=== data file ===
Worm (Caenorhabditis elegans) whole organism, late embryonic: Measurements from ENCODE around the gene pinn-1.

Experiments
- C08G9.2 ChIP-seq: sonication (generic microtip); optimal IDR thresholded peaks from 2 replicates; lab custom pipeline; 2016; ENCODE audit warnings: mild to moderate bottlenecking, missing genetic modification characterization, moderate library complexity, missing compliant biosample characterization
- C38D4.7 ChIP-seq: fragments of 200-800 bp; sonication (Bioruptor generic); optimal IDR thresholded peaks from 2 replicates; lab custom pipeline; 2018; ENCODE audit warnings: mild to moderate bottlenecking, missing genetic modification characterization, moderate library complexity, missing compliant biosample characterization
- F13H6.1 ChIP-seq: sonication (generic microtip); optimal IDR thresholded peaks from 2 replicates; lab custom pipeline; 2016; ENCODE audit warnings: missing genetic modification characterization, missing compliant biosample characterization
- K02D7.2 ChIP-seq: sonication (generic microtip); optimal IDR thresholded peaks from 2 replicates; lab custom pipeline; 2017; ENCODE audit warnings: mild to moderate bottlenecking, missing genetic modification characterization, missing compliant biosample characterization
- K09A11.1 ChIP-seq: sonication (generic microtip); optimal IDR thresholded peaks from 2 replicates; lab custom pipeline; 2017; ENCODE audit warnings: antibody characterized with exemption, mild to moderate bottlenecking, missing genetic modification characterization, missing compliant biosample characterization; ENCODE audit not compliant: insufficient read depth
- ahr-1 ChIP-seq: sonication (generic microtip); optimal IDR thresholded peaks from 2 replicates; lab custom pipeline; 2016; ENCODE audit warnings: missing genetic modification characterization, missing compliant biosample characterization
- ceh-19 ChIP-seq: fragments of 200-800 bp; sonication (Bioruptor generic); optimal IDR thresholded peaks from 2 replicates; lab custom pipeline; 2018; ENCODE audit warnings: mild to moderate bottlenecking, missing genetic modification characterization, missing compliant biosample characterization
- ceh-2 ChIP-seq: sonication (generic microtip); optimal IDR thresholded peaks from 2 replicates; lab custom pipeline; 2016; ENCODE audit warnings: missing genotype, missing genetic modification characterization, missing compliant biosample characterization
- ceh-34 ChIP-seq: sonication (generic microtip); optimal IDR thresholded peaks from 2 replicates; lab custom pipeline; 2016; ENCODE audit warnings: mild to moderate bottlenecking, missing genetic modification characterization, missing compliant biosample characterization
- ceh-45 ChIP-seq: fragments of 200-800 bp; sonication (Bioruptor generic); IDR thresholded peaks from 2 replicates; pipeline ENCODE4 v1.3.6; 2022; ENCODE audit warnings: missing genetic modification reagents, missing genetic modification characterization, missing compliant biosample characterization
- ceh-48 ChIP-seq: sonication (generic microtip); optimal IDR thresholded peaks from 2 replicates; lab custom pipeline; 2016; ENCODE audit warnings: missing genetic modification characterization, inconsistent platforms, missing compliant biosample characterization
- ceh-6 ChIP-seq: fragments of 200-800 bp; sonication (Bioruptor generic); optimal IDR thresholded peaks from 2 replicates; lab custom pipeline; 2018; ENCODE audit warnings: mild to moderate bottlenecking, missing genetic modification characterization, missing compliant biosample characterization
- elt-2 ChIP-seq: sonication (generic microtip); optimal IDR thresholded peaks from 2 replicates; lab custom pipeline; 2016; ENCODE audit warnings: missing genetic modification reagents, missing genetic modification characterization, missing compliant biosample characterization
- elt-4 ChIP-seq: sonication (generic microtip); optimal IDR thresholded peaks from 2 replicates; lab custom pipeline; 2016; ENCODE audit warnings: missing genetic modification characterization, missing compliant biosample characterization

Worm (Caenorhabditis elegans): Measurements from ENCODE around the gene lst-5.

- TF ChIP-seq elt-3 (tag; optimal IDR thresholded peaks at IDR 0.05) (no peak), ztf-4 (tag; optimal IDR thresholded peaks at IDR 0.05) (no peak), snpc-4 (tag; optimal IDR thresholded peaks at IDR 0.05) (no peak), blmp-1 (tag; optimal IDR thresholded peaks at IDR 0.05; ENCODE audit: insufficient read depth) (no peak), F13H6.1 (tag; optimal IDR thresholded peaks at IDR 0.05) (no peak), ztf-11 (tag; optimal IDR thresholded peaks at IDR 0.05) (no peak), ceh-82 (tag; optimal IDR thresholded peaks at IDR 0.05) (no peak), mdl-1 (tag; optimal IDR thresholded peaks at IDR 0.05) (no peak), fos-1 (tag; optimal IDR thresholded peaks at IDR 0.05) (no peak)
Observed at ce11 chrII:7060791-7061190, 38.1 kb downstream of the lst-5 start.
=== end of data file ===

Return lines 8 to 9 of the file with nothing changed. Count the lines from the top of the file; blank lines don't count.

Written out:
- ahr-1 ChIP-seq: sonication (generic microtip); optimal IDR thresholded peaks from 2 replicates; lab custom pipeline; 2016; ENCODE audit warnings: missing genetic modification characterization, missing compliant biosample characterization
- ceh-19 ChIP-seq: fragments of 200-800 bp; sonication (Bioruptor generic); optimal IDR thresholded peaks from 2 replicates; lab custom pipeline; 2018; ENCODE audit warnings: mild to moderate bottlenecking, missing genetic modification characterization, missing compliant biosample characterization